Point out the differences between the Asokan Pillar and the Achaemenian Pillar to show that the former is not an imitation of the latter.
Some art historians have emphasized foreign influence specially Persian (Achaemenian) influence on the court art of the Maurya Empire:
Some similarities include:
- Ashoka got the idea of inscribing proclamations on pillars from the achaemenids.
- It has been pointed out that the words dipi and lipi occur in the inscriptions of Darius as well as Ashoka.
- Inscriptions of both kings begin in the third person and then move to the first person.
- The foreign influence has been identified in the polished surface of the Ashokan pillars and the animal motifs. The stiff heraldic pose of the lions is seen as further evidence of western influence.
- Maurya columns and Achaemenian pillars, both used polished stones. Both have certain common sculpture motifs such as the lotus.
However, historians have also drawn attention to the many differences between the Mauryan and the Persian arts:
- The pillars of the Kumhrar hall do not have capitals whereas those at Persepolis have elaborate ones.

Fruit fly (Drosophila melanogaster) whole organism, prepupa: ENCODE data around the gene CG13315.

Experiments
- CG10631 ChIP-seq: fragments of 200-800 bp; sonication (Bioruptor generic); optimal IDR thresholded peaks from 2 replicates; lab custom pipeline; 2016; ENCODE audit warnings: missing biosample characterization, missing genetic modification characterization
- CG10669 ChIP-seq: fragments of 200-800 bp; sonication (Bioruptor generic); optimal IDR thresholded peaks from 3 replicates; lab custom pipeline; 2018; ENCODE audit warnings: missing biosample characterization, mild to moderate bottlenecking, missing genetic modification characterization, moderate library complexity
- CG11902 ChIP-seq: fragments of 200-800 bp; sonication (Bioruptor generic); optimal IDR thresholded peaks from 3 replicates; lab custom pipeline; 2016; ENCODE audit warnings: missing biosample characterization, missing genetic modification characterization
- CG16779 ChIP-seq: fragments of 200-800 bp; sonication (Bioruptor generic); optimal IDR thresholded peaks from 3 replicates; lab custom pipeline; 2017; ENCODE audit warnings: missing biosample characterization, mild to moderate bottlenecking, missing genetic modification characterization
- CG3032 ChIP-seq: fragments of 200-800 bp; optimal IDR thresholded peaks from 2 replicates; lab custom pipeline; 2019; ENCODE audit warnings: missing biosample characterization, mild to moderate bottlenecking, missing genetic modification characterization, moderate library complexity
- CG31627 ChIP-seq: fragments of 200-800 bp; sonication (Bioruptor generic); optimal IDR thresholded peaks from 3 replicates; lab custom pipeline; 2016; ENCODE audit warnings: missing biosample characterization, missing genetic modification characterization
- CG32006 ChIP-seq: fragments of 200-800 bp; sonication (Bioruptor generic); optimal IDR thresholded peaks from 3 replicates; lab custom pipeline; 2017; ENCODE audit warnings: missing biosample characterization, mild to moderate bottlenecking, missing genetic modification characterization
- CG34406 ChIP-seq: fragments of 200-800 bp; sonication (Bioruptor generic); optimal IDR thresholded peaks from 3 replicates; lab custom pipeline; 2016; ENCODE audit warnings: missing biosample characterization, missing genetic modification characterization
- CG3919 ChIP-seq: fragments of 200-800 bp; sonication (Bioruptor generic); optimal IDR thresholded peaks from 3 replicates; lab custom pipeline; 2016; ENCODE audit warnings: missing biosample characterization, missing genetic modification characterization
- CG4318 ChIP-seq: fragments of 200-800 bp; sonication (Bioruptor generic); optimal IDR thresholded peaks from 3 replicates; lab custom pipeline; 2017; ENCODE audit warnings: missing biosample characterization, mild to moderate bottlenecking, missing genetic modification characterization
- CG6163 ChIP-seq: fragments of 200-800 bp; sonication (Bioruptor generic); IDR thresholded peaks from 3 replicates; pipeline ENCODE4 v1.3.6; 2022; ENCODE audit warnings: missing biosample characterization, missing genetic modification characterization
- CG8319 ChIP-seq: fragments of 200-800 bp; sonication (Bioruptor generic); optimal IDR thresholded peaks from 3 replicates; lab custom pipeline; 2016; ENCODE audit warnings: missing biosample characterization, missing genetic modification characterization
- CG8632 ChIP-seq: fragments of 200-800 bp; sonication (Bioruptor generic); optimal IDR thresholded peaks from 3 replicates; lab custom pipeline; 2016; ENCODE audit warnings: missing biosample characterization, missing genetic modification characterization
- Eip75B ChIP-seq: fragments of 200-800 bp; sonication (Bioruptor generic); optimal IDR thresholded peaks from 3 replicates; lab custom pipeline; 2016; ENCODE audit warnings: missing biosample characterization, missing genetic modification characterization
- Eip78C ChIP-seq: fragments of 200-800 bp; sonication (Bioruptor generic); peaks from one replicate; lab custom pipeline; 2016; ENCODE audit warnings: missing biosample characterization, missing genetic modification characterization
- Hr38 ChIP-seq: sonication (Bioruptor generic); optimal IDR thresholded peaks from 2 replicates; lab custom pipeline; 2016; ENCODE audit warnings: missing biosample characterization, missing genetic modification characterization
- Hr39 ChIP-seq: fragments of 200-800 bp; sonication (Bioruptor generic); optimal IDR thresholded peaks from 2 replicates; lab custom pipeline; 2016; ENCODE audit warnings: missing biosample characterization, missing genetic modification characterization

- The Persian pillars stand on bases either shaped like a bell or a plain rectangular or circular block. On the other hand, in the Mauryan pillars, the inverted lotus appears at the top of the shaft.
- The shape and ornamentation of the Maurya lotus is different from the Persian ones, the bulge typical of the former being absent in the later.
- Most of the Persian pillars have a fluted surface while the Mauryan pillars are smooth.
- The Maurya type abacus and independent animals carved in the round crowing the pillars are absent in the Persian context.
- The Achaemenian shaft are built of separate segments of stone aggregated one above the other which is the work of mason. The shaft of the Mauryan pillar is monolithic which pertains to the character of the work of a skilled wood-carver or carpenter.
- The Achaemenid pillars were generally part of some larger architectural scheme, composed of much too many component parts looking complex and complicated. While the Ashokan columns were intended to produce the effect of an independent freestanding monument with simpler specimen, more harmonious in conception and execution and gives the feeling of greater stability, dignity and strength.
There may be some similarities in specific features but the effect of the whole is completely different. Moreover while having pillars inscribed with his messages on Dhamma, Ashoka transformed them into epigraphic monument of unique cultural meaning. This brings out the major difference between both the art forms.
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